Like protests against nuclear energy, appeals to law and order may have simply lost their former political salience. Perhaps our torrid interests in abortion, national security, death penalty, and Second Amendment cases have made quaint old maids out of the jurisprudential pin-up queens who reigned several generations ago. Or maybe Justices Scalia and Thomas’s conservative bona fides are so strong that no conservative interest group bothers to foment public discontent over the two justices’ incidentally liberal Confrontation Clause decisions.
Whatever the reasons, the thrill was clearly gone this morning. But that could be the sign not of a desensitized, less engaged polity, but rather, a mature and evolving citizenry. No one looks to, say, Prohibitionism or Shays’ Rebellion and laments the obsolescence of their motivating politics. We should never take our eyes off of denials of equality or infringements upon our liberty. But we should also appreciate that a more tempered attitude towards previously polarizing issues may lead to better politics and, therefore, better laws.
The WSJ Law Blog calls its readers’ attention to a New Yorker feature on Justice Sotomayor:
[W]e were delighted to open our digital copies of the New Yorker this week to find a lengthy and wide-ranging article about Sotomayor. The timing, in our minds, couldn’t have been better.
The article, by reporter Lauren Collins, is worth reading for a host of reasons. But for our money, the piece is a standout largely due to the nuance with which it treats its subject. She’s eminently personable, but has already raised eyebrows with her aggressive questioning from the bench. She’s a stickler for preparation, but isn’t averse to letting down her hair as well. She’s a liberal given to quoting the likes of Carol Gilligan, but still rules for the prosecution the vast majority of the time.
To me, the timing couldn’t be better particularly because of this final point. On Monday–F1@1F’s first, freezing day in line–the Court will hear Briscoe v. Virginia, and Sotomayor could very well be the fifth vote to reverse last year’s 5-4 decision in Melendez-Diaz v. Massachusetts.
Melendez-Diaz held that the Sixth Amendment’s Confrontation Clause requires prosecutors to put forensic analysts on the witness stand rather than simply enter their lab reports into evidence. Justice Scalia wrote the for the majority, in which he was joined by Justices Stevens, Souter, Thomas, and Ginsburg. Justice Kennedy dissented for himself, Justices Breyer and Alito, and Chief Justice Roberts. As we all know, Souter has since been replaced by Sotomayor. Importantly, she is a former prosecutor whose Second Circuit record is friendlier to the prosecution than Justice Souter’s criminal law jurisprudence.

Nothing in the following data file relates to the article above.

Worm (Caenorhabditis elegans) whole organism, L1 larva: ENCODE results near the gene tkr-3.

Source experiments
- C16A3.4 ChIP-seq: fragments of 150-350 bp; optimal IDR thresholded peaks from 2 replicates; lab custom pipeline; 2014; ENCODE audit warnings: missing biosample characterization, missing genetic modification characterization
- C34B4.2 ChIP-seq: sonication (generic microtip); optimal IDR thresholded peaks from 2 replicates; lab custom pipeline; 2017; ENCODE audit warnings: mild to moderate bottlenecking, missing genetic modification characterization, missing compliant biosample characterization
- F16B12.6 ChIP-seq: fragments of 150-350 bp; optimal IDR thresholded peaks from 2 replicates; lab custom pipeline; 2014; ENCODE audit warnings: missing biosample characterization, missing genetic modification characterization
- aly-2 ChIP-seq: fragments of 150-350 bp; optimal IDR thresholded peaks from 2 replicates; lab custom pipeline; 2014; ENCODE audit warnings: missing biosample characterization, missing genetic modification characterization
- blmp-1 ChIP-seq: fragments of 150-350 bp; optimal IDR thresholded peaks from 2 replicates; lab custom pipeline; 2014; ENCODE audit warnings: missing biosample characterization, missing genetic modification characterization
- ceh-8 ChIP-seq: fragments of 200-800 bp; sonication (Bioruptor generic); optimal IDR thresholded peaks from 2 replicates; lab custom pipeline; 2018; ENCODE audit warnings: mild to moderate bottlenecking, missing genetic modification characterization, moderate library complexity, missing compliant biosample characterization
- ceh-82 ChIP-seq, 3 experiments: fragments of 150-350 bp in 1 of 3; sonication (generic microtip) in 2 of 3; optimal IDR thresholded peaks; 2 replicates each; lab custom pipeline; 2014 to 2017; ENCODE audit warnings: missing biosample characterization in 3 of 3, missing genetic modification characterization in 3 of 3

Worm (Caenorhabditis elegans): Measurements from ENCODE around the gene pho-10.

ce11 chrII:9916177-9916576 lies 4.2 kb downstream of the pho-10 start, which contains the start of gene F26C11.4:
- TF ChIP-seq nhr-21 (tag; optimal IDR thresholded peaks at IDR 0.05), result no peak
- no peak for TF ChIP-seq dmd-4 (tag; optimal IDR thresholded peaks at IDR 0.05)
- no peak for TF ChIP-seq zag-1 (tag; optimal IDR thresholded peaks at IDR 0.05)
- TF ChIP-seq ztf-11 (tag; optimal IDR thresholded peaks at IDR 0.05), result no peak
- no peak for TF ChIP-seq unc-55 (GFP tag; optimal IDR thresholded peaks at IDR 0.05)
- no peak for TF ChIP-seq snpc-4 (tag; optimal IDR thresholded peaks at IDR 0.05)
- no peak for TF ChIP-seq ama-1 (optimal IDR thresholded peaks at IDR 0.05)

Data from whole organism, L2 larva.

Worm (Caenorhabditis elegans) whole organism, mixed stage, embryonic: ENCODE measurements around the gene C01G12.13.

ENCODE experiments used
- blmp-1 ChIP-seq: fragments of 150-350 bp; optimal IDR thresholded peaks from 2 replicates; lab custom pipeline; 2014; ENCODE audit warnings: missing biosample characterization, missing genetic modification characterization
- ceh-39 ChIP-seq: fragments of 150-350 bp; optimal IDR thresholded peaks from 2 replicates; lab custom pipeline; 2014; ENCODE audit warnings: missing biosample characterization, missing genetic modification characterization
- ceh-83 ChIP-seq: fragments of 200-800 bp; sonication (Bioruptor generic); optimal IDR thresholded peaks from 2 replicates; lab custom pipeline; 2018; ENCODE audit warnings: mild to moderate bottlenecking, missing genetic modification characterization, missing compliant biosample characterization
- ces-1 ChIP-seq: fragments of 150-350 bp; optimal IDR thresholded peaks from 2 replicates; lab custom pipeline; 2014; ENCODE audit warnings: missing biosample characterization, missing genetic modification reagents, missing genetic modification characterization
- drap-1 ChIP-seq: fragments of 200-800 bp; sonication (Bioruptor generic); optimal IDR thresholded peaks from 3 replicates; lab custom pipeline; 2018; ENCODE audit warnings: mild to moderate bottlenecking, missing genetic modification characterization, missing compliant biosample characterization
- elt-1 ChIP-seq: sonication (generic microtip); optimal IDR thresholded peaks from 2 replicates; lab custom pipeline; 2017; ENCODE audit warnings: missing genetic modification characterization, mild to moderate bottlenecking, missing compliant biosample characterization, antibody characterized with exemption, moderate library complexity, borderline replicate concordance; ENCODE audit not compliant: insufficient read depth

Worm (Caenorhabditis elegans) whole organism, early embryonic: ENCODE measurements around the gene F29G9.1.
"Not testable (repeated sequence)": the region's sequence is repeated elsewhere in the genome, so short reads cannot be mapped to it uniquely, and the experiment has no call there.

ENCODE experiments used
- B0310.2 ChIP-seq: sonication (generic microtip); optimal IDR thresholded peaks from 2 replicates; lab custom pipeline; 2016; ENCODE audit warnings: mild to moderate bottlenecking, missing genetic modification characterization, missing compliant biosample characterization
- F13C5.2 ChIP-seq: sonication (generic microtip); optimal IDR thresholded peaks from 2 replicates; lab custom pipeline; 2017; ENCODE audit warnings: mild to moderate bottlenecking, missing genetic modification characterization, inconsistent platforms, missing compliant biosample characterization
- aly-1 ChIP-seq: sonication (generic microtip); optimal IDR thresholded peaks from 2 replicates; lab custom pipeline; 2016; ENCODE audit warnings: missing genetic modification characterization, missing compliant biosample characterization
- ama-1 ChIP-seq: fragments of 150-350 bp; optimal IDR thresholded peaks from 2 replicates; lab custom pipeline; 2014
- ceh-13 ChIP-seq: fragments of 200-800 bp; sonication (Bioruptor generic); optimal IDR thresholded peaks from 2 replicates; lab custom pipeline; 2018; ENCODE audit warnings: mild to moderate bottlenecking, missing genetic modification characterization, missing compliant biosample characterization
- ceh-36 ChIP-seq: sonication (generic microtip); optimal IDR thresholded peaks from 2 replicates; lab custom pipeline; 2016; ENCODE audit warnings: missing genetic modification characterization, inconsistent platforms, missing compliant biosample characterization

Whereas Scalia and Thomas sometimes find that their originalism incidentally leads them to liberal results, such as in Confrontation Clause cases, Stevens, Souter, and Ginsburg had long established themselves as friendlier to criminal defendants than to their government prosecutors. Meanwhile, in Melendez-Diaz, Roberts, Kennedy, and Alito voted for conservative law-and-order principles, but Justice Breyer’s pragmatism led him to contest that Scalia’s holding would be simply too heavy a burden on the system.
For Scalia, his Constitution wins regardless of the practical effects. But Briscoe addresses the concerns that Scalia ran roughshod over in Melendez-Diaz, suggesting that Scalia’s Confrontation Clause ideals have their limits. By forcing governments to expensively transport their limited numbers of lab technicians all over the place, Melendez-Diaz could consequentially require the technicians not only to spend more time on the stand than in the lab, but also lead to hairy procedural defaults when a single analyst’s work for different cases comes to trial in several courtrooms at once.
As a trial and circuit judge, Sotomayor exhibited the law-and-order streak and experience-based pragmatism that animated the Melendez-Diaz dissenters. Briscoe is Sotomayor’s first test over whether she will bring her Second Circuit preferences to the Supreme Court. If she does, Melendez-Diaz will fall after only one year as precedent, even if her eight senior colleagues don’t budge.